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The Learning Leader - How to Avoid Hubris

December 04 2017 - by Kiesha Farnum, Consultant, Inter-American Development Bank

What is hubris? Hubris refers to an exaggerated or excessive sense of self-confidence, arrogance or pride. In Greek mythology/tragedy, hubris leads one to defy the gods and becomes one’s nemesis – the architect of their demise. As leaders, how can we avoid hubris? There are several ways but today we will focus on just one - continuous learning.  John Fitzgerald Kennedy said it best “leadership and learning are indispensable to each other."  

Becoming a learning leader is a cyclic, iterative process. It is evolutionary and purposefully engineered to help an individual acquire a higher sense of consciousness, influence and connectedness. The learning leader is dedicated to personal development and takes steps daily to nurture this process.

Let us look at three (3) ways continuous learning can help us to cultivate the persona of a learning leader and avoid hubris:

  1. Read, research, read! Try to make reading a part of your daily routine. Reading at least a chapter or two per day from books that promote conscious leadership, your area of expertise, personal development, spirituality, organizational psychology, inspirational biographies or just on a topic completely outside your comfort zone broadens the mind. Reading generates ideas, exercises the mind and broadens the realm of one’s experience without ever having to leave the comfort of one’s home. Cannot find time to read a book? How about listening to e-books on the way to and from the office. The adage “where there is a will there is a way” comes to mind – carve out the time to read as it is a critical characteristic of a learning leader.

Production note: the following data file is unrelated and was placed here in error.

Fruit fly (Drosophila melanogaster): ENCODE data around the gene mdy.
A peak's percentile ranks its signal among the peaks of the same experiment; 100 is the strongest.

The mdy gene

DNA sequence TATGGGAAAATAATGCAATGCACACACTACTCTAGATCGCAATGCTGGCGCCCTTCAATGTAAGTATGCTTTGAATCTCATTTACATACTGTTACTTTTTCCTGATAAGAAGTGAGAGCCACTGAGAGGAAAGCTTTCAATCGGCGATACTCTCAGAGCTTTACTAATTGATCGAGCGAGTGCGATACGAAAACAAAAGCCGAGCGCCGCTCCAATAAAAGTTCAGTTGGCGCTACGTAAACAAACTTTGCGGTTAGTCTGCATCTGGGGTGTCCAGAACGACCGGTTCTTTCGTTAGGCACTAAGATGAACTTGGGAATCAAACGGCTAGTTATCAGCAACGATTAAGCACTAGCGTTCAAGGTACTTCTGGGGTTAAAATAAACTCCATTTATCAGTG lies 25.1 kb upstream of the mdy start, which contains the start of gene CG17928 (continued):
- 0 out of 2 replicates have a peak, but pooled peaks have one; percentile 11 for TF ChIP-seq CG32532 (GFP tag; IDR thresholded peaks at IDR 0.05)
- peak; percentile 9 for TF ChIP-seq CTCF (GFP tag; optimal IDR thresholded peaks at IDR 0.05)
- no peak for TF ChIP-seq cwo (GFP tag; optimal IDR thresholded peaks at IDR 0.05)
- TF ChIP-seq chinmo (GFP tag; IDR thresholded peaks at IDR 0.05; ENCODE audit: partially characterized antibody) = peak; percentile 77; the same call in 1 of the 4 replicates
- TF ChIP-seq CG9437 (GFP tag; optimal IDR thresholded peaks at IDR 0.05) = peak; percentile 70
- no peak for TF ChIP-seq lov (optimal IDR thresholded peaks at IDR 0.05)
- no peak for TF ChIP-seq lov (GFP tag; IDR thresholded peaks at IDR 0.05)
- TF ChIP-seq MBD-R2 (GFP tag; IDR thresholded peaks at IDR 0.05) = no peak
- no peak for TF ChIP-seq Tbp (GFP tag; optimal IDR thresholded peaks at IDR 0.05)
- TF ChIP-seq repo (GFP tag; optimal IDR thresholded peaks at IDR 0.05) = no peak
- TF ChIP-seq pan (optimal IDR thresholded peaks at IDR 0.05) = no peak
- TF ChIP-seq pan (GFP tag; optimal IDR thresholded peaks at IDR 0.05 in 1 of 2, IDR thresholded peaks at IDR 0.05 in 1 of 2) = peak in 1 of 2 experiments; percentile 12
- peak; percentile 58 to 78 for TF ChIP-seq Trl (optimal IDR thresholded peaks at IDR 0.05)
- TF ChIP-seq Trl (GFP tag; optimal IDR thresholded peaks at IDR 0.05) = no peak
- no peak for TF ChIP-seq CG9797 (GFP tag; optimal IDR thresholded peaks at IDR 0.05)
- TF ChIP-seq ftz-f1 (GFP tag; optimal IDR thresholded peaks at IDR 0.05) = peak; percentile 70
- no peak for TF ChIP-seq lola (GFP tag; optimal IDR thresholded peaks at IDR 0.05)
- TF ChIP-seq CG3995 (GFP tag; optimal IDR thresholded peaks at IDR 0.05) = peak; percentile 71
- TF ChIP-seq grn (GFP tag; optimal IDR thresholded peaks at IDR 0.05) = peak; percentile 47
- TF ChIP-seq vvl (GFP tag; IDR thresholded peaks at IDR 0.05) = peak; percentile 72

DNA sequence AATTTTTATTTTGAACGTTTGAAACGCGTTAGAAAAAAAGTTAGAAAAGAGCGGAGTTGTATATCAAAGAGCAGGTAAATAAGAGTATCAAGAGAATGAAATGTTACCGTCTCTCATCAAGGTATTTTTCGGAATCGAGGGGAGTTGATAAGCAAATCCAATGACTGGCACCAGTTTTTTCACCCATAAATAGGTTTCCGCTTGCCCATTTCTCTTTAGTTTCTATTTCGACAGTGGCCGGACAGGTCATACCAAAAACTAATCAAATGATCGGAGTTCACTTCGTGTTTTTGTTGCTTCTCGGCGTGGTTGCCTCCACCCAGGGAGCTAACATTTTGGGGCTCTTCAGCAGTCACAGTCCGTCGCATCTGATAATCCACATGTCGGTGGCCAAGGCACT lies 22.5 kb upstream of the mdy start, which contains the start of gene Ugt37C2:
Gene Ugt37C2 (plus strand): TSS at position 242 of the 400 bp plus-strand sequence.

Also tied to reading is research – listen, watch and take the time to delve deeper into the things that interest you and are related to your work. As a learning leader you should be excited about expanding your knowledge, seeking ways to apply what you learn in your work environment and influence others to do the same. Research can also be a tool for personal reflection. As you discover new things, you challenge your existing paradigms and constructs and you create space for either solidifying long held beliefs or assumptions or letting them go in favor of new ones. When you embrace this avenue of self-development this should become obvious to those you lead and you are likely to inspire a similar drive in them.